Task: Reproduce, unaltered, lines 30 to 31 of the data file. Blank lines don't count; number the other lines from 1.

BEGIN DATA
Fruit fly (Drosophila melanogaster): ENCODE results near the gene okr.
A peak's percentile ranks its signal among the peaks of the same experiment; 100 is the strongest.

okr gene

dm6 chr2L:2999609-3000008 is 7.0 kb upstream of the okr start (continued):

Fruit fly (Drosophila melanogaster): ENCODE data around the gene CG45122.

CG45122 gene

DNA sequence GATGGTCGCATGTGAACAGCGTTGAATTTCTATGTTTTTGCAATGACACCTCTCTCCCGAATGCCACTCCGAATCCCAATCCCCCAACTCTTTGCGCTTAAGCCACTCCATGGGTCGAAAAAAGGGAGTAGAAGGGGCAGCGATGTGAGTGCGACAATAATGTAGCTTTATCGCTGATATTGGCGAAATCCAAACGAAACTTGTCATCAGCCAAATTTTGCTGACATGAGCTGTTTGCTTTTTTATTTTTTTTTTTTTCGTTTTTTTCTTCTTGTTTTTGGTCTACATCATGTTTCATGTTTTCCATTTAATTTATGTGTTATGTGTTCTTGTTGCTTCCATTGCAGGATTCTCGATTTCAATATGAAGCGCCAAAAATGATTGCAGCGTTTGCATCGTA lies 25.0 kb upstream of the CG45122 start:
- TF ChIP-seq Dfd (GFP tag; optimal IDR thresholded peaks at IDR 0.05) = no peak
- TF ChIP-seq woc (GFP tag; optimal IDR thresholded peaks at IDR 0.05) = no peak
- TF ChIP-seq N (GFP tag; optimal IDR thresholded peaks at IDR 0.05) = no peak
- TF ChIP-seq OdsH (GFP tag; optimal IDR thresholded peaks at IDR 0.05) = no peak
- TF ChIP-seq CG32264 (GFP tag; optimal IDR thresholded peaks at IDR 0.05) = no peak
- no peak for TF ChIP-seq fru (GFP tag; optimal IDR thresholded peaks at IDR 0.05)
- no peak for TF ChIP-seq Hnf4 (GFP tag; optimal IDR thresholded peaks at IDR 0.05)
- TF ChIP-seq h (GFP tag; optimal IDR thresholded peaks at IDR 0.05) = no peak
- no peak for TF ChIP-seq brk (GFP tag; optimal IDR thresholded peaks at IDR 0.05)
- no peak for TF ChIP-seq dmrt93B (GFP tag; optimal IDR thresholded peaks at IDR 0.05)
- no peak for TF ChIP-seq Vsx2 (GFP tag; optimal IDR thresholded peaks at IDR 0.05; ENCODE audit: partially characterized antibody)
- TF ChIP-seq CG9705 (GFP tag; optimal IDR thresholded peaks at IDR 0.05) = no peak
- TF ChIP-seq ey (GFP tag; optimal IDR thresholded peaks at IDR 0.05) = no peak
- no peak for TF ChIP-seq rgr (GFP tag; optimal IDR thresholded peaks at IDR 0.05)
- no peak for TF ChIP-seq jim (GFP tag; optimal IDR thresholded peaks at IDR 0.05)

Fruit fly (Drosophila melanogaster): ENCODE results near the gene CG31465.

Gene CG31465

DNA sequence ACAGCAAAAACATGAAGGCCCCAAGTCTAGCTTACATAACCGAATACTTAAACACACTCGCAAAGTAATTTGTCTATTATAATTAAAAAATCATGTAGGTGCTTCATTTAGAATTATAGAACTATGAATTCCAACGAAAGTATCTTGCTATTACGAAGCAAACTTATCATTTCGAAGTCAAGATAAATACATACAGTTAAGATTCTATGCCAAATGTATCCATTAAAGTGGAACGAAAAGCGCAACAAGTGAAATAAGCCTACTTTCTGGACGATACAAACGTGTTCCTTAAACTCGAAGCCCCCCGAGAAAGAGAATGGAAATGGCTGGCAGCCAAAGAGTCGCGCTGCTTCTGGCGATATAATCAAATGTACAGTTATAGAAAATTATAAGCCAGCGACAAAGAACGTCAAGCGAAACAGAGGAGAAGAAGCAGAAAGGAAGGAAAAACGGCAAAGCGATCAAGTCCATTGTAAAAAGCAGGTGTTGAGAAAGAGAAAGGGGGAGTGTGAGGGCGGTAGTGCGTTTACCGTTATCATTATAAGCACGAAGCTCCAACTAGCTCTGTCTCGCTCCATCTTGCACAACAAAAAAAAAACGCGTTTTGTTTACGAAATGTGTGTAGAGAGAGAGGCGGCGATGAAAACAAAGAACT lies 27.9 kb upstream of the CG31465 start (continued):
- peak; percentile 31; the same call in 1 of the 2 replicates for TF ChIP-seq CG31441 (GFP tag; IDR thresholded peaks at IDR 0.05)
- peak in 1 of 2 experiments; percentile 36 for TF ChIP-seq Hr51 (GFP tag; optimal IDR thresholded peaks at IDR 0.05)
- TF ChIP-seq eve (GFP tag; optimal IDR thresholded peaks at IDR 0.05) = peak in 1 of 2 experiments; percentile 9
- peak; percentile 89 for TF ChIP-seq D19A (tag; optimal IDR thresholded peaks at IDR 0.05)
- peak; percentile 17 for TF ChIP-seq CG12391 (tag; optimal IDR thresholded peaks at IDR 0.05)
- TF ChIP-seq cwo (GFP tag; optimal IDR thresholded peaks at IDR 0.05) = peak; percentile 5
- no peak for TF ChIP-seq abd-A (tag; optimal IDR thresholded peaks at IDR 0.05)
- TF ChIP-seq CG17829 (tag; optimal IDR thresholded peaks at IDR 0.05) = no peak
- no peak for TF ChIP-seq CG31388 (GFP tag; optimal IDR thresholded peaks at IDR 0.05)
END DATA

- peak; percentile 17 for TF ChIP-seq CG12391 (tag; optimal IDR thresholded peaks at IDR 0.05)
- TF ChIP-seq cwo (GFP tag; optimal IDR thresholded peaks at IDR 0.05) = peak; percentile 5